No Man’s Land

Baron Bagge by Alexander Lernet-Holenia, translated from German by Richard and Clara Winston. New York: New Directions. 80 pages. $14.
The cover of Baron Bagge

There must be a room, sealed against the present, before we can make any attempt to deal with the past.
— Thomas Pynchon, V.

 So many characters in twentieth-century literature are absorbed into narrative scenery or lost to the torrents of history. The uncertain ending seemed evidently suitable to novelists whose notions of fate were darkened in the years before, between, or after the World Wars. The helpless Karl Rossmann of Kafka’s unfinished Amerika, written between 1911 and 1914, apprehends the “vastness” of the Oklahoman wilderness in which, we may presume, he would have been lost (its alternative titles: The Missing Person or The Man Who Disappeared). The interbellum period saw the publication of Fitzgerald’s Tender Is the Night, in which Dick Diver flees the Riviera (and his farcical marriage) for upstate New York to live out his days “in one town or another.” The pattern continued into the postwar era. Nabokov’s befuddled Pnin adopts a stray dog and leaves the town of Waindell without specifying his “final destination.” Yet the novel persists; the poor Russian’s own story cycles on without him!  

Alexander Jessiersky of Count Luna, published in 1955 and written by Viennese poet and novelist Alexander Lernet-Holenia, certainly belongs to this company of lost men. Living in Austria under Nazi occupation, the paranoid merchant chases a phantom through a novel of murderous blunders before absconding to Rome, where he enters the catacombs of St. Praetextatus. He is never again seen among the living.

These expulsions and disappearances work nicely as culminations of the rootlessness, impotence, and somatoparaphrenia reported by the foregoing characters, sensations that inevitably attend to a terror about providence and time that intensified throughout the twentieth century. Especially after the senseless blood rituals of the World Wars, statesmen, veterans, and civilians had come to suspect that the functions of history were discontinuous and orthogonal to human concern. The proud captains of history were realizing they were, in Lernet-Holenia’s terms, “merely the instruments of fate.”  

The idea found its most cogent expression in the postmodern novelists who came after Lernet-Holenia, especially Thomas Pynchon, who possesses a strikingly similar vision of time. Whereas the Austrian novelist banished his character into the decrepit maze of history, Pynchon allowed major characters to be swallowed whole by it. In the late-middle of Gravity’s Rainbow (1973) Tyrone Slothrop unceremoniously vanishes from the wartime narrative—just gone.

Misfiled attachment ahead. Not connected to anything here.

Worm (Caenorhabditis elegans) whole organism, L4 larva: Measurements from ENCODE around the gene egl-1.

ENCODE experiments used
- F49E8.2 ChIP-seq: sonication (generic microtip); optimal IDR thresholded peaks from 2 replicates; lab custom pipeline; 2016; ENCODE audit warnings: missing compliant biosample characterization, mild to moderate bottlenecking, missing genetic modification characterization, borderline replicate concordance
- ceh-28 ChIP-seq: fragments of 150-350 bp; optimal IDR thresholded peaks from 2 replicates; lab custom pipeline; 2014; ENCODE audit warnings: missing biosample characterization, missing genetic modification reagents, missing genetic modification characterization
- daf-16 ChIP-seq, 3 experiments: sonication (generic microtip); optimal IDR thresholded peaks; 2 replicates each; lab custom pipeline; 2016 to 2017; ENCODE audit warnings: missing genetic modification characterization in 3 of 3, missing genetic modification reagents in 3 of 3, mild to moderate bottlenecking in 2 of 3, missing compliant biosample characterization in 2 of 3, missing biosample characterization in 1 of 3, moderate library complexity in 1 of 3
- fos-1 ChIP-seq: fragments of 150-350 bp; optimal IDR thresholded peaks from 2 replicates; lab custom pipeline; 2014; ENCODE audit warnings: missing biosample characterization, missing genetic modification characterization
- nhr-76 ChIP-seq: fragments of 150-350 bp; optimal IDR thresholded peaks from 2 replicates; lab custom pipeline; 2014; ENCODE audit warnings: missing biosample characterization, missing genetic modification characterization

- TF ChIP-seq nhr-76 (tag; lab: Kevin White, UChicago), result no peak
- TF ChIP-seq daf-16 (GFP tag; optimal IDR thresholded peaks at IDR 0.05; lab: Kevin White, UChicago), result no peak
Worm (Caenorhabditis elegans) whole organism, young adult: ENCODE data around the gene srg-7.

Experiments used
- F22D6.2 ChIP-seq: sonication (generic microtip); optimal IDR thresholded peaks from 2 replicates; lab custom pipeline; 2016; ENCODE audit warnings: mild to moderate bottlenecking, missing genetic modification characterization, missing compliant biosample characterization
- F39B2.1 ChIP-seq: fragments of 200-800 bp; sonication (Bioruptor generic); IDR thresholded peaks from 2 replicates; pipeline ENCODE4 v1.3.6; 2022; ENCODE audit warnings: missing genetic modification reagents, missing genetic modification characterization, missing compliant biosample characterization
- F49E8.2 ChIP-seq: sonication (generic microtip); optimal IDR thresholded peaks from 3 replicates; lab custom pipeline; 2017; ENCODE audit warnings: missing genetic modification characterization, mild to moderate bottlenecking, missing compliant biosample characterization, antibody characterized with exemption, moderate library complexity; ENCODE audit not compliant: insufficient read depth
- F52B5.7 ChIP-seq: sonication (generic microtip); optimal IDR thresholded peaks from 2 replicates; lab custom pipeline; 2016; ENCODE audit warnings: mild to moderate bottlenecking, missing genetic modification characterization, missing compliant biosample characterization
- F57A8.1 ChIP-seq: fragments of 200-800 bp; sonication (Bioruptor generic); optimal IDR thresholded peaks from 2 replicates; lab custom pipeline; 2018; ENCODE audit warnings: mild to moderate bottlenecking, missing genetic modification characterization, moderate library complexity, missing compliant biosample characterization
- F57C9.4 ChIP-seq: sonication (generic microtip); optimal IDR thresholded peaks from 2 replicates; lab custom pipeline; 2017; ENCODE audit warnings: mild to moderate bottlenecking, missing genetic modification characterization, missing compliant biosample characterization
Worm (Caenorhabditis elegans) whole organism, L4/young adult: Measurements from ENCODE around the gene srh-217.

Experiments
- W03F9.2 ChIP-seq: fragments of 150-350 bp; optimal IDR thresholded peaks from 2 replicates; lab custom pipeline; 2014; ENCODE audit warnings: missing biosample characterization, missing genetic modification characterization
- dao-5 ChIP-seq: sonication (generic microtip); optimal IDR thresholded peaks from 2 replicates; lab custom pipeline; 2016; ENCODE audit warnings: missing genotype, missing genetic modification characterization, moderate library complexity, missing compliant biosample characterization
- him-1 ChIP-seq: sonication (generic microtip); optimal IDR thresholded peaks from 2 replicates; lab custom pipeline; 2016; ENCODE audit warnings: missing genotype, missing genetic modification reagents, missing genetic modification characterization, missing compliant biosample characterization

Yet Lernet-Holenia observed something besides human smallness before the indifferent leviathan of history. A pupil of Rilke, admired by Borges, Lernet-Holenia has a literary reputation as a sort of continental necromancer, a conductor of the underworldly and oneiric, uprooting tangled lineages and raising the closeted skeletons of guilty nations (Jessiersky, a monarchist privately opposed to the Third Reich’s annexation of Austria, nonetheless inherits a large estate from Count Luna after he’s sent to a concentration camp). There’s nothing flatly inaccurate about this characterization, but it can mistakenly suggest that Lernet-Holenia was exclusively preoccupied with the past. History imposes a weight upon this author’s characters, no question, but it also anchors them just behind the present moment, the bleeding edge of history that is always leaving us behind.

Lernet-Holenia developed this encumbered present in an earlier novel of the First World War: Baron Bagge, first published in German in 1936 and now reissued in translation. The novella begins after the war’s end, as the titular baron explains to a querulous peer why he has refused to marry ever since he served the Austro-Hungarian Empire as a cavalry officer (as Lernet-Holenia did). Led by the “intemperate” and seemingly deranged Captain Semler, the Count Gondola Dragoons rode during a pitiless Hungarian winter, searching for Russians in wind-battered villages and lifeless vineyards along the foothills of the Carpathian Mountains, whose slumbering volcanoes thrust up “out of the plain like a muted voice of the underworld.” 

Bagge’s experience of the frigid plain resembles a nightmare in which one loses and cannot regain their sight. Lernet-Holenia’s descriptions command a deathly sense of confinement; all objects in view, at hand and afar, “crowd” and “close in” upon the squadron. The consistency and logic of this imagery (impressively maintained in the translation by Richard and Clara Winston) establishes a shroud of mystification, at once literal and spiritual, that follows the Dragoons wherever they ride. Brooding daylit clouds form “dense, oppressive sheets,” “low-lying, gloomy” veils, or “blackish fog” that conspire with driving snow to “envelope,” “swath,” “hide,” and “blind.” At night, the world altogether disappears and threatens to devilishly reconfigure itself, like an opponent moving chessmen while you are away from the board. Bagge remarks, “it was possible that we would awaken in the morning to find ourselves side by side with Russians who had also camped for the night in this same vicinity.”